Amazing Stories: Acquiring and Avoiding Inaccurate Information From Fiction

David N. Rapp, Scott R. Hinze, Daniel G. Slaten, William S. Horton

Research output: Contribution to journalArticlepeer-review

38 Scopus citations


Authors of fiction need not provide accurate accounts of the world, which might generate concern about the kinds of information people can acquire from narratives. Research has demonstrated that readers liberally encode and rely upon the information provided in fictional stories. To date, materials used to demonstrate these effects have largely included stories taking place in real-world settings. We tested whether readers might exhibit more conservative use of information from stories with unrealistic settings and characers, as in science fiction and fantasy genres. In two experiments, participants read texts containing accurate, misleading, or neutral information, embedded in realistic or unrealistic stories. They subsequently completed a general knowledge test that included probes for story information. Unrealistic stories, in comparison to realistic stories, led to reductions in the use of misinformation. Source monitoring judgments suggest explanations for these reductions. The findings offer intriguing possibilities for encouraging readers' critical evaluation of text content.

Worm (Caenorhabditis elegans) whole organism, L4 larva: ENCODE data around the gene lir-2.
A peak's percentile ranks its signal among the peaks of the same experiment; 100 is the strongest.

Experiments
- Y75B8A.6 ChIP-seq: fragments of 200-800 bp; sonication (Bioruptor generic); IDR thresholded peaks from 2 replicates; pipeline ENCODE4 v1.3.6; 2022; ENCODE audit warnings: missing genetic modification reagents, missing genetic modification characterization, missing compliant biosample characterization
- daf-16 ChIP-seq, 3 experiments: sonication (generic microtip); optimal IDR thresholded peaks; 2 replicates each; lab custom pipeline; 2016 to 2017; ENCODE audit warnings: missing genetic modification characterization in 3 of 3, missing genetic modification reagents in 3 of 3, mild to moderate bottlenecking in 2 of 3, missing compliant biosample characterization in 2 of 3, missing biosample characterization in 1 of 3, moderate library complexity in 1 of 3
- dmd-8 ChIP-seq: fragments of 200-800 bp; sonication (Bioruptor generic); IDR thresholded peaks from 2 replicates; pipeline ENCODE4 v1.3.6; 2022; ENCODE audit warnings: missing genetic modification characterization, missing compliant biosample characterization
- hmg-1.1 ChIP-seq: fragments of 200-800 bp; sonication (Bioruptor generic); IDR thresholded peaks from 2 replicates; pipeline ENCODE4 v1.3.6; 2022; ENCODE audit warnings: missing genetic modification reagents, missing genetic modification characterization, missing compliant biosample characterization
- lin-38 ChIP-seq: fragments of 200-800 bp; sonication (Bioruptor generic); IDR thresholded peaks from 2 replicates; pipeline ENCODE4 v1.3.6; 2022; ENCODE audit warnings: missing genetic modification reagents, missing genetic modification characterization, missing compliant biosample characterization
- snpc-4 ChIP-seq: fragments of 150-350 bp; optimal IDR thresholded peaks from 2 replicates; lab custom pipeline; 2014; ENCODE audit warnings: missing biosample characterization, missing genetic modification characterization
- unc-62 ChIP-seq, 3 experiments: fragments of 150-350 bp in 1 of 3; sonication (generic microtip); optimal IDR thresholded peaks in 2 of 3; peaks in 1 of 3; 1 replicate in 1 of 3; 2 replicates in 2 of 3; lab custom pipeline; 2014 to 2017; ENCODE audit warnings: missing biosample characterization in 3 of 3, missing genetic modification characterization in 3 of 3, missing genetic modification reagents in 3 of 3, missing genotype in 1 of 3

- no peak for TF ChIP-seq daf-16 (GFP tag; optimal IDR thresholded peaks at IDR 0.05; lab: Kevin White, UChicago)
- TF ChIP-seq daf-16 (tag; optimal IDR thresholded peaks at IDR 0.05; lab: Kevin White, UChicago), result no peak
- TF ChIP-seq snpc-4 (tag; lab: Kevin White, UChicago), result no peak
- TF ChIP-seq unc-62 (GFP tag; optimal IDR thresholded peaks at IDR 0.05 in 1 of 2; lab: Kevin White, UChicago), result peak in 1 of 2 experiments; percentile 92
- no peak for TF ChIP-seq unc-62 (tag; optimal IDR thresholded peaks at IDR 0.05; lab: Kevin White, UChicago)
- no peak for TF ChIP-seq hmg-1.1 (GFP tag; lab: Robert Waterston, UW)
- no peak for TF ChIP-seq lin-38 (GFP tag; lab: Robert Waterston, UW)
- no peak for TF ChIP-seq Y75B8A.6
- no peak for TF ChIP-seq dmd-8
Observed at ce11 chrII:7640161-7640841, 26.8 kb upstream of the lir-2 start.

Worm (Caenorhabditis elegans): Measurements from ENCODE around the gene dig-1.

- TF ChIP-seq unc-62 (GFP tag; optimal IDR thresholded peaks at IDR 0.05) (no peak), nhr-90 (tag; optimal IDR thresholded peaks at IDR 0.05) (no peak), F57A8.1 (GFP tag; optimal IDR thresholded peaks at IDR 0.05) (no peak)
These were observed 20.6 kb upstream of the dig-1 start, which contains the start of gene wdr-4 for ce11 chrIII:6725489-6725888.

Original languageEnglish (US)
Pages (from-to)50-74
Number of pages25
JournalDiscourse Processes
Issue number1-2
StatePublished - Jan 2014

ASJC Scopus subject areas

  • Communication
  • Language and Linguistics
  • Linguistics and Language


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